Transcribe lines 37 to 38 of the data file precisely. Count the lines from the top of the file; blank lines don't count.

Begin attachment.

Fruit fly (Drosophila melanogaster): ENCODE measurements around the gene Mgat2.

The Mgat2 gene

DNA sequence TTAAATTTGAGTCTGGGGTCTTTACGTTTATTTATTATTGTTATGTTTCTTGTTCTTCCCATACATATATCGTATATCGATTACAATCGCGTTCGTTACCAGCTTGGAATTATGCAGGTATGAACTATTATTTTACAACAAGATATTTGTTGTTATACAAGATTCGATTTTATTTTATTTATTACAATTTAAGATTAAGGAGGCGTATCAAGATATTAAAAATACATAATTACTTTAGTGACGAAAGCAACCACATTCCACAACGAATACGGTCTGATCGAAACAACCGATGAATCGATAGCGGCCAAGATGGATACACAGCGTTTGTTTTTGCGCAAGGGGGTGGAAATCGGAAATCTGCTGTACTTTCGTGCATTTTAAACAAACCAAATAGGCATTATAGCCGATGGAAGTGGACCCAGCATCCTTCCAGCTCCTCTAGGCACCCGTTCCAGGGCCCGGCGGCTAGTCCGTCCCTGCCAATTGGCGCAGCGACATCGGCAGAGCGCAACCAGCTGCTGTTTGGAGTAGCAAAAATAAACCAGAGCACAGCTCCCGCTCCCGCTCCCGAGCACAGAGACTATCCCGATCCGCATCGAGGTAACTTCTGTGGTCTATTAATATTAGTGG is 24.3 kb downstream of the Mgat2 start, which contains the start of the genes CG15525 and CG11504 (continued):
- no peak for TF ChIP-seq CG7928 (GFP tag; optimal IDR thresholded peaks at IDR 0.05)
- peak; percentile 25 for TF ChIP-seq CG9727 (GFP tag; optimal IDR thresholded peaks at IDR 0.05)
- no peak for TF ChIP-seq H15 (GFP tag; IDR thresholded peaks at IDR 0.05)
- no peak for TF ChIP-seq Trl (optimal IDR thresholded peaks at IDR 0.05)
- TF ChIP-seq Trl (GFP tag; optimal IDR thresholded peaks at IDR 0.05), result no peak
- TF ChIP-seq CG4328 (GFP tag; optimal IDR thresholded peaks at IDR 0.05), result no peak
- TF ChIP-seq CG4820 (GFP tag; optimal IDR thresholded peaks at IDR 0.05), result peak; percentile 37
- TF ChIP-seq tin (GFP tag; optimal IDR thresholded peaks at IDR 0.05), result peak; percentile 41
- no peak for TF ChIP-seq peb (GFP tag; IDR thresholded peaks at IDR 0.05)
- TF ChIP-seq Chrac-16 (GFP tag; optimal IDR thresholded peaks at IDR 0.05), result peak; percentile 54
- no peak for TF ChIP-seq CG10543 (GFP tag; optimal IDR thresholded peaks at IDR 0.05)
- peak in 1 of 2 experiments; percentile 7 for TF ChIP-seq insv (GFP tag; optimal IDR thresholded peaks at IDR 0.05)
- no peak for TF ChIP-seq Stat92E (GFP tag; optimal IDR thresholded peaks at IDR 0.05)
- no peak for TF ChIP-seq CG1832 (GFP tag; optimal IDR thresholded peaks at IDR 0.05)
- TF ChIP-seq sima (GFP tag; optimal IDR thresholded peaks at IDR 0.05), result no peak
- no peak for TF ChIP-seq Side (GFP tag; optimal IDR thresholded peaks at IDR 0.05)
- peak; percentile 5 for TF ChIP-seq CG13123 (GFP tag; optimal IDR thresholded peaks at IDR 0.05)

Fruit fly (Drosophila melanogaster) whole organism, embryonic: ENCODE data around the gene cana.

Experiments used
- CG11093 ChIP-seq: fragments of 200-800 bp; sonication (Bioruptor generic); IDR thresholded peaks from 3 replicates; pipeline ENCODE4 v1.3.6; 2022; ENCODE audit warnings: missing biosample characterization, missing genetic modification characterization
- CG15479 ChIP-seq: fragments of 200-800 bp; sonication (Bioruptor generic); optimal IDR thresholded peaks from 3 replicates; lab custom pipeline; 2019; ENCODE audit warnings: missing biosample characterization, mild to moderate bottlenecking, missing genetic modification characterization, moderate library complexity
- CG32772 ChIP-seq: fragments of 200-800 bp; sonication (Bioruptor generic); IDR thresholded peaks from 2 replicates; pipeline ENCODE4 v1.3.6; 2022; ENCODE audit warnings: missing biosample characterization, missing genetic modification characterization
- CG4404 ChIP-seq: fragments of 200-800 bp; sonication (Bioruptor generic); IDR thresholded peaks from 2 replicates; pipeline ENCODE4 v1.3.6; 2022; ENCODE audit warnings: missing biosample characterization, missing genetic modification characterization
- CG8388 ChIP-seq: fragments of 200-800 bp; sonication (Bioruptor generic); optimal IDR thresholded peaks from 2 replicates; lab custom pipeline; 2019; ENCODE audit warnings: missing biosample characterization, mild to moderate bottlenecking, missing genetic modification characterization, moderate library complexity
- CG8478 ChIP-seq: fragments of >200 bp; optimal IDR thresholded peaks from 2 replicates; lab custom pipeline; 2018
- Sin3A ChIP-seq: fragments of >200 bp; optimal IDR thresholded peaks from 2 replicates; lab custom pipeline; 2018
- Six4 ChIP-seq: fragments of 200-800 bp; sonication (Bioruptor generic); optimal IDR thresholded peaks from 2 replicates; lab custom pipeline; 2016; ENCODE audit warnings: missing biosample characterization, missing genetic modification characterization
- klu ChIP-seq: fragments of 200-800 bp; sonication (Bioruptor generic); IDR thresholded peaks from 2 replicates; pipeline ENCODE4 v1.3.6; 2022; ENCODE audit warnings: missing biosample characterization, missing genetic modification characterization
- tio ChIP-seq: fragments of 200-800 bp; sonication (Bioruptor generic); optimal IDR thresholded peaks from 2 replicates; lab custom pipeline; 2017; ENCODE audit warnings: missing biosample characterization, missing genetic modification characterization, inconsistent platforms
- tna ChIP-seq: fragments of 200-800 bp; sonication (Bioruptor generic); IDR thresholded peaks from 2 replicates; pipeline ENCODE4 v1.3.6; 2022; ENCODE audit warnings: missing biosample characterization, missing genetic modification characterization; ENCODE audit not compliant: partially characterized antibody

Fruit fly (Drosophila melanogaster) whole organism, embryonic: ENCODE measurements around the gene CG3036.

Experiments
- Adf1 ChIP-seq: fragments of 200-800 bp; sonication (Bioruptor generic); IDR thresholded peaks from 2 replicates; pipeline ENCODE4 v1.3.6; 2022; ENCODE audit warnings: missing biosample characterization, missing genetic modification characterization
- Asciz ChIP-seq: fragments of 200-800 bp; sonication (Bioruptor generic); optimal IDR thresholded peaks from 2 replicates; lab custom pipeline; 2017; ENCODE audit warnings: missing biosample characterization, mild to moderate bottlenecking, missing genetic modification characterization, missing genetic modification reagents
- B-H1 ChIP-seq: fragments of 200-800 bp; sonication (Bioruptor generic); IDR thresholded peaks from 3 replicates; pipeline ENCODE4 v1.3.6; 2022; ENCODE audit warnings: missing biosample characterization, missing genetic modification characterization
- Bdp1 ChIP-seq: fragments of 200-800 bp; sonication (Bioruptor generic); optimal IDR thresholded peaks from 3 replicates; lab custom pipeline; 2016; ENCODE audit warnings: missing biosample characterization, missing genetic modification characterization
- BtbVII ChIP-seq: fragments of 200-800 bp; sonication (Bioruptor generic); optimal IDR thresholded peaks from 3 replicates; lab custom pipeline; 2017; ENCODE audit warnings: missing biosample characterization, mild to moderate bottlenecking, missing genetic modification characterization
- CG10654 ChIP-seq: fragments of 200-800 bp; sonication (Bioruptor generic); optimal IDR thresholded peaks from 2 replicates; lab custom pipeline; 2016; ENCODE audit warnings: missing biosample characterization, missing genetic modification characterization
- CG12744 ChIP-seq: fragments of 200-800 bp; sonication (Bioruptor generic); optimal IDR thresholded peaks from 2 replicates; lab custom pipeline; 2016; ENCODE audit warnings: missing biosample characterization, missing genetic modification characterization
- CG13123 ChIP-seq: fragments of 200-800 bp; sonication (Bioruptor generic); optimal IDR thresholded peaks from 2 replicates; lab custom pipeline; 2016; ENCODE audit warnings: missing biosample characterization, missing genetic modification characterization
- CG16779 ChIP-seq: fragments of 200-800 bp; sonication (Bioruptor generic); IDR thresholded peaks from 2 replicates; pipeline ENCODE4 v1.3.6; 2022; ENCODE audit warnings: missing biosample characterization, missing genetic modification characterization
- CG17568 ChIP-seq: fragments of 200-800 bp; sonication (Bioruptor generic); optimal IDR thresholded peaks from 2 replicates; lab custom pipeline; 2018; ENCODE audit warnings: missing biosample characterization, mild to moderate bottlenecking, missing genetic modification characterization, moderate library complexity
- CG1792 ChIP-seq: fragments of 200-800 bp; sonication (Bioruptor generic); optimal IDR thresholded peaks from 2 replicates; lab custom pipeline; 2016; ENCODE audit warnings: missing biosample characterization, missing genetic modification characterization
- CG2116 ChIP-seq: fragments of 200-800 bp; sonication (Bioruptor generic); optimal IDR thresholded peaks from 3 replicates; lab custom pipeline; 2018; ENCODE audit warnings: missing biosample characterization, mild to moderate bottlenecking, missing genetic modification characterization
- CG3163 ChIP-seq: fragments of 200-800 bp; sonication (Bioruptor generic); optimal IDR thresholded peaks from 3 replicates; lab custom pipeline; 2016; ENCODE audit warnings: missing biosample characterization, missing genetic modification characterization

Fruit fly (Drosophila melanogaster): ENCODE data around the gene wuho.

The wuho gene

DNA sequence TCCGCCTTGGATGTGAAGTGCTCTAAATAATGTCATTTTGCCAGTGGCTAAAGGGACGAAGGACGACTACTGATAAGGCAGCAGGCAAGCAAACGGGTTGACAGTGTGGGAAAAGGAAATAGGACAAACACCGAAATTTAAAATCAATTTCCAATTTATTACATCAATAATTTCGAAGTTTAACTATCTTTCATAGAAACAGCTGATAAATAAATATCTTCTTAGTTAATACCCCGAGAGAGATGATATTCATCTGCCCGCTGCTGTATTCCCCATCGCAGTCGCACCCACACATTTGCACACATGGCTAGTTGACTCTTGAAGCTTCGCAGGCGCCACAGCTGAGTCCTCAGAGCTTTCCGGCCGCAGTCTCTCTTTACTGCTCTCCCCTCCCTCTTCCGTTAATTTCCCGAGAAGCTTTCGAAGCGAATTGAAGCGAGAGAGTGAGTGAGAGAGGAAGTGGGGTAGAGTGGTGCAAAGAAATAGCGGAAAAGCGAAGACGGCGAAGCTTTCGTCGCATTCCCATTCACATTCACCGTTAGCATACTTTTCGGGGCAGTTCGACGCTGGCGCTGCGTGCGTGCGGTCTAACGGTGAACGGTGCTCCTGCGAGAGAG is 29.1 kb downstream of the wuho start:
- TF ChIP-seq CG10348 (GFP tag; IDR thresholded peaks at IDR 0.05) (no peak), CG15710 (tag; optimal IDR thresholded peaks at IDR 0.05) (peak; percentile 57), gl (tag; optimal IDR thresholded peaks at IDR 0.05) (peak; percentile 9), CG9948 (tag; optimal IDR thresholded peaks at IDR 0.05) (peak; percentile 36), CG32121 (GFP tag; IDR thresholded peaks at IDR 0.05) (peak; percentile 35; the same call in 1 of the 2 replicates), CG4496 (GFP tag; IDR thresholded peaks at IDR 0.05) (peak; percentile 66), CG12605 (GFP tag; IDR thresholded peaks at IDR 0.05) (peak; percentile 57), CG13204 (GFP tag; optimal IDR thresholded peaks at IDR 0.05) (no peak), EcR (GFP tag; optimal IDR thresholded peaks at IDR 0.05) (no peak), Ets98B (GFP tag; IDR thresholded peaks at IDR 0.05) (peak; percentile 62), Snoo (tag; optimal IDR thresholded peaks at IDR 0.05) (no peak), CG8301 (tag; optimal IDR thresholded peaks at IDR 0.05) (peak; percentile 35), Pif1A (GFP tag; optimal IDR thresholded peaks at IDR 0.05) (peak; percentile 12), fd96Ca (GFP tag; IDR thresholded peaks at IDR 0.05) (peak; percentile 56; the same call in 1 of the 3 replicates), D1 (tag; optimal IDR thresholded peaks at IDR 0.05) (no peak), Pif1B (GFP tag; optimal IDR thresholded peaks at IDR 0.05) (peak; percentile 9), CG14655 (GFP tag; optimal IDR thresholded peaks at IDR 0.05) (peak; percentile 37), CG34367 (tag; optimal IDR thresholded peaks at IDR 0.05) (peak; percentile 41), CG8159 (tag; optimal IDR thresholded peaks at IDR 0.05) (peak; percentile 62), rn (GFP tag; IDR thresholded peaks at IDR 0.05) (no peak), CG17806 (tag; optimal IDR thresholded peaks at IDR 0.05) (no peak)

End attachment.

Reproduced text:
- Asciz ChIP-seq: fragments of 200-800 bp; sonication (Bioruptor generic); optimal IDR thresholded peaks from 2 replicates; lab custom pipeline; 2017; ENCODE audit warnings: missing biosample characterization, mild to moderate bottlenecking, missing genetic modification characterization, missing genetic modification reagents
- B-H1 ChIP-seq: fragments of 200-800 bp; sonication (Bioruptor generic); IDR thresholded peaks from 3 replicates; pipeline ENCODE4 v1.3.6; 2022; ENCODE audit warnings: missing biosample characterization, missing genetic modification characterization